The Dame of Design: The Lasting Influence Of Zaha Hadid

Once named by London’s The Guardian as the ‘Queen of the Curve’, Dame Zaha Hadid’s architectural designs are so widely renowned that, at the time of her death in 2016, her firm issued a statement that Hadid was “widely regarded to be the greatest female architect in the world today.”

From the breathtaking luminescence of the Guangzhou Opera House to the dynamic, fluid form of the London Aquatics Centre, the iconic works of the late British-Iraqi architect are scattered throughout the world, serving as architectural landmarks and destinations in their own right. With a style famously hard to categorize, Hadid’s designs have often been shuffled between various ‘isms’ by critics and scholars; words like deconstructivism, parametricism, and abstractionism have all been volleyed around in critical discourse on her work. Hadid blurred the lines, honing an aesthetic that was difficult to pin down because it was always so uniquely her own.

Hadid’s career may have been tragically shortened by her sudden death, but her life’s work was widely acknowledged and filled with honours and accolades. In feminist terms, she broke the glass ceiling of her field; in 2004, she was the first woman to ever receive the Pritzker Prize in Architecture, and was later the first (and only) woman to be awarded the Royal Gold Medal from the Royal Institute of British Architects. So extensive was her contribution to the field that in 2012, Hadid was made a Dame by Queen Elizabeth for services in architecture.

March 31st marks the two-year anniversary of Hadid’s passing, and we’re honouring her life and career by taking a look back at some of her most iconic works, along with the lasting influence she’s had on culture and the architectural field.

Phaeno Science Center, Wolfsburg, Germany (2000–2005)

Hadid won an international design competition (together with structural engineers Adams Kara Taylor) for the Phaeno Science Center in 2000. The structure sits on a plot of public land developed by city officials in Wolfsburg and took five years to complete. According to Hadid’s still-active firm (now led by Patrick Schumacher, Principal and Partner), the building is described variously as ‘an architectural adventure playground’ and ‘the magic box’, continuing Hadid’s vision of creating fluid spaces in complex and dynamic forms. The structure has been featured in such films as The International (doubling as the headquarters of an Italian weapons company) and the German film Helden – Wenn dein Land dich braucht, in which it served as a large hadron collider. The Financialist has named the Phaeno one of the seven wonders of the modern world.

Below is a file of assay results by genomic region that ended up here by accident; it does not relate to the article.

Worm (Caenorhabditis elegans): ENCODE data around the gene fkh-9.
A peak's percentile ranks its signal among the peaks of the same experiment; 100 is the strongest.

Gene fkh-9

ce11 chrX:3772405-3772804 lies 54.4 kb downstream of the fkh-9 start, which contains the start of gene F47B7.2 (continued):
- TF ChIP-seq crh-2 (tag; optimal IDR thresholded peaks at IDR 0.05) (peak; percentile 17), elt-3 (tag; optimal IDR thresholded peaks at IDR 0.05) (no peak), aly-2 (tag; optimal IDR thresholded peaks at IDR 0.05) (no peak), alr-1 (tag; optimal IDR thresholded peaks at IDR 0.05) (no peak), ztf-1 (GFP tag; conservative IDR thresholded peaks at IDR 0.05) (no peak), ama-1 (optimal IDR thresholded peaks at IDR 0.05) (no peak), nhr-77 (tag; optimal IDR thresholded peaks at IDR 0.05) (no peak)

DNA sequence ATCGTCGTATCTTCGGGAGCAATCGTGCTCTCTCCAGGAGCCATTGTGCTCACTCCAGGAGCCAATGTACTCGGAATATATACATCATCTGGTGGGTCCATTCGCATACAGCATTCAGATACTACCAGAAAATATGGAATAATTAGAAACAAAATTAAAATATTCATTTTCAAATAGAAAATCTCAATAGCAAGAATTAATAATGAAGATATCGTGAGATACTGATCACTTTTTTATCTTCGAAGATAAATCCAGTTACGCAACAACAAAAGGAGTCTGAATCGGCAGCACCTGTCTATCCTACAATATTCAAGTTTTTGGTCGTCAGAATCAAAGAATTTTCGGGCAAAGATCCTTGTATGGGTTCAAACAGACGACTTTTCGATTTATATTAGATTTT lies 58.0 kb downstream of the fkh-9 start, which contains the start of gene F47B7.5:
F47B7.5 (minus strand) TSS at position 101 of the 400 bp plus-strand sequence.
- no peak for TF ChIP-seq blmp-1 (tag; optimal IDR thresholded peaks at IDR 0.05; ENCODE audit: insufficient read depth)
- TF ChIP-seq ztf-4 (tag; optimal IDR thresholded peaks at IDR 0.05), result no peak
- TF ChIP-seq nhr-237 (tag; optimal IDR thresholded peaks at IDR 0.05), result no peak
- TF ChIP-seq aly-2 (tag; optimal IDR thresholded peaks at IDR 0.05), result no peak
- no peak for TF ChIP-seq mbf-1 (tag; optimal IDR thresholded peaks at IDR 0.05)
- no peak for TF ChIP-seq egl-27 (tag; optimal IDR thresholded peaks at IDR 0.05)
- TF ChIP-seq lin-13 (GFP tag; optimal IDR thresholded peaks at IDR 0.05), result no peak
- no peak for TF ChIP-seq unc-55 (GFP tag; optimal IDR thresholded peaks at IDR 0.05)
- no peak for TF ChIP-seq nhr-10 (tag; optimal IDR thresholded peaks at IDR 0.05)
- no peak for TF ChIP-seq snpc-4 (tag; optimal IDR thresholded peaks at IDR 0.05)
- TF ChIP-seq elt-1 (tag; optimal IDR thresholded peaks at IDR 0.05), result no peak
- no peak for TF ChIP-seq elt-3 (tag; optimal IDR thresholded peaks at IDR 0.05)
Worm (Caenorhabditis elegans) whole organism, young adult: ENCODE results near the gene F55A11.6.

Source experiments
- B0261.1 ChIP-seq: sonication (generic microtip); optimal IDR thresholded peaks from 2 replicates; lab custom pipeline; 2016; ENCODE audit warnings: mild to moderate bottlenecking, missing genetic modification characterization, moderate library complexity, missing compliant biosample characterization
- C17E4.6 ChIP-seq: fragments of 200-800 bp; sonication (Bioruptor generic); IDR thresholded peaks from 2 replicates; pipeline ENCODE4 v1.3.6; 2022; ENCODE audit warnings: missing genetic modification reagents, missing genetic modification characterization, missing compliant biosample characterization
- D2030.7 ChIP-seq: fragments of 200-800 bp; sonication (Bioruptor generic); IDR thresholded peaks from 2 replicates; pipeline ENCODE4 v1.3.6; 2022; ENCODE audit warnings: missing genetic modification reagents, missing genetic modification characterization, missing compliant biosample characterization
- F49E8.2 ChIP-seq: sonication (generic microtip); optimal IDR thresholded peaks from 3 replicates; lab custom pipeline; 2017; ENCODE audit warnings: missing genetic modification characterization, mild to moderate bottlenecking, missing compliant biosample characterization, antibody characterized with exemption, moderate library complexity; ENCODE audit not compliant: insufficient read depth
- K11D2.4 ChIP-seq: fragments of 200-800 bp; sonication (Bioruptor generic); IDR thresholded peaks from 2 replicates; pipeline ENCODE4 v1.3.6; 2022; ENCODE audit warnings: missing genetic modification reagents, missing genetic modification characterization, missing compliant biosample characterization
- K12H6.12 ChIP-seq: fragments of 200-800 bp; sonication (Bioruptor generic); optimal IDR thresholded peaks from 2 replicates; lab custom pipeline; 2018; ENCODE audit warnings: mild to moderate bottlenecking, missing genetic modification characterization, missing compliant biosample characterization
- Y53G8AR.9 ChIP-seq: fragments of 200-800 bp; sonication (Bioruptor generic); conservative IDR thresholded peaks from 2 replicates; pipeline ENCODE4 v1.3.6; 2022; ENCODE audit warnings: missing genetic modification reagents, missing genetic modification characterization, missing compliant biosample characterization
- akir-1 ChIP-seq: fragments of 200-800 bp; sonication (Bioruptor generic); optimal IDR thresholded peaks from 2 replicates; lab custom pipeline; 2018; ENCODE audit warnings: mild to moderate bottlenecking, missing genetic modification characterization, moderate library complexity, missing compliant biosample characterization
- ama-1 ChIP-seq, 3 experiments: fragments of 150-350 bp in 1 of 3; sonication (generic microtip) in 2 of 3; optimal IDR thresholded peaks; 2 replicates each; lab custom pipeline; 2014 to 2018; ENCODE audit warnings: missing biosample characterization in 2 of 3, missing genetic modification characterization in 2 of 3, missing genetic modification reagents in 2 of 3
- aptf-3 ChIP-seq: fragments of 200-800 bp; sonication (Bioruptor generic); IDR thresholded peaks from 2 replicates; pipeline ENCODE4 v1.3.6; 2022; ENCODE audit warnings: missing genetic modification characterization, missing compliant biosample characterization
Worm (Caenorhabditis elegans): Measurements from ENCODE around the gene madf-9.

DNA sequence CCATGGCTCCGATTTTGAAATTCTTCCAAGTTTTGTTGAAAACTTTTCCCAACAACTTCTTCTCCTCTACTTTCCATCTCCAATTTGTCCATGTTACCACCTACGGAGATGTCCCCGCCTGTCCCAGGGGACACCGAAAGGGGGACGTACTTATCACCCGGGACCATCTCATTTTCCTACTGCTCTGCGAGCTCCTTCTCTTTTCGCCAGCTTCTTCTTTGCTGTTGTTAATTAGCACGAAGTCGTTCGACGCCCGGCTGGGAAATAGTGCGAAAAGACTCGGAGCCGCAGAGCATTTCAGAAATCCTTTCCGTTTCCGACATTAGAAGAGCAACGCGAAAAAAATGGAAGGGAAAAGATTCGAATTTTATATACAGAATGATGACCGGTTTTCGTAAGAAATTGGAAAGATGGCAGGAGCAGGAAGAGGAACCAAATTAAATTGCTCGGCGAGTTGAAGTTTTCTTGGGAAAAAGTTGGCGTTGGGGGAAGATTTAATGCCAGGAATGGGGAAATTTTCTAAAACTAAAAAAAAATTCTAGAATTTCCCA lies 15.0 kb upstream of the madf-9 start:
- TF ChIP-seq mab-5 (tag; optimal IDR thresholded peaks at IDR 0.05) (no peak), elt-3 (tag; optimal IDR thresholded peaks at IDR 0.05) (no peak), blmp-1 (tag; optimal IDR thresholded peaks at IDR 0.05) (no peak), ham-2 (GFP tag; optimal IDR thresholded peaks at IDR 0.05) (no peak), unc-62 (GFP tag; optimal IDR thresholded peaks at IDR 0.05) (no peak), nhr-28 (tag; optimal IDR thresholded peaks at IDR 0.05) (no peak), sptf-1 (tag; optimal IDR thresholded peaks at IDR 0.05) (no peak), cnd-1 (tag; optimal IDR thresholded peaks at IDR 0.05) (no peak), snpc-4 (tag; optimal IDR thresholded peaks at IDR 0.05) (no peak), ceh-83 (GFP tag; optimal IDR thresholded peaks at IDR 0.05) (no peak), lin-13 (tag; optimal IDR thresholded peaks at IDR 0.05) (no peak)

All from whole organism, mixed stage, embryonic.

Extension of Ordrupgaard Museum, Copenhagen, Denmark (2001–2005)

Located north of Copenhagen, the Ordrupgaard was originally built between 1916 and 1918 and was designed by architect Gotfred Tvede for Wilhelm and Henry Hansen. Built in the neo-classical style in the form of a three-winged, trellised country mansion, it houses a considerable collection of French and Danish art. The extension was designed, according to the firm, to reimagine the relationship between the buildings and the surrounding gardens, turning one’s interaction with both into a fluid, congruent experience. With the extension’s edge gently protruding over the sloping landscape, the structure almost gives the appearance of an otherworldly vehicle about to tip over land’s edge and embark on a mysterious journey.